Theses and Dissertations


Detection rates of northern bobwhite coveys using a small unmanned aerial system-mounted thermal camera


Megan Martin

Issuing Body

Mississippi State University


McConnell, Mark D.

Committee Member

Evans, Kristine O.

Committee Member

Iglay, Raymond

Date of Degree


Original embargo terms

Visible to MSU only for 2 years||12/15/2022

Document Type

Graduate Thesis - Open Access


Northern bobwhite (Colinus virginianus) monitoring (e.g., covey-call surveys) is labor-intensive and imprecise. We evaluated the influence of bobwhite covey size and cover type on covey detectability when surveyed with a thermal camera-equipped small unmanned aerial system (sUAS). We placed bobwhite groups (3, 6, and 12 individuals/cage) among three cover types (grass, shrub, forest) on a private farm in Clay County, Mississippi (3 replicates, 27 total cages). At civil twilight, the sUAS flew over cages at 30 m, capturing photographs every 5 s. We asked 31 volunteers to evaluate 57 photographs for covey presence. Overall true positive rate was 0.551, but improved with increasing covey size. Coveys in grass had lowest true positive rate by photograph (0.403), followed by forest (0.562) and shrub (0.605). Results indicate that thermal sUAS could be a viable method for surveying intact bobwhite coveys, especially if detection of smaller groups and those in denser vegetation improves.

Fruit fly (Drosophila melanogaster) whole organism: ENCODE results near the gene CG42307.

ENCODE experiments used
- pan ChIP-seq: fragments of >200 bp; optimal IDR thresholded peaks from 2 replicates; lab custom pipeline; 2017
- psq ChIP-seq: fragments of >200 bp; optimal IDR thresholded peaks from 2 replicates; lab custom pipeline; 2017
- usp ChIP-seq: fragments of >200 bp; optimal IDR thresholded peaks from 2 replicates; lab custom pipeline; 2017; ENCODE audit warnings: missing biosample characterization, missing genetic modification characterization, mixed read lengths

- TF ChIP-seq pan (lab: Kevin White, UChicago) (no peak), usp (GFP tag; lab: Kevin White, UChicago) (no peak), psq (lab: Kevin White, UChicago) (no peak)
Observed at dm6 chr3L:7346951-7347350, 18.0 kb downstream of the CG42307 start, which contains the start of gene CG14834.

This document is currently not available here.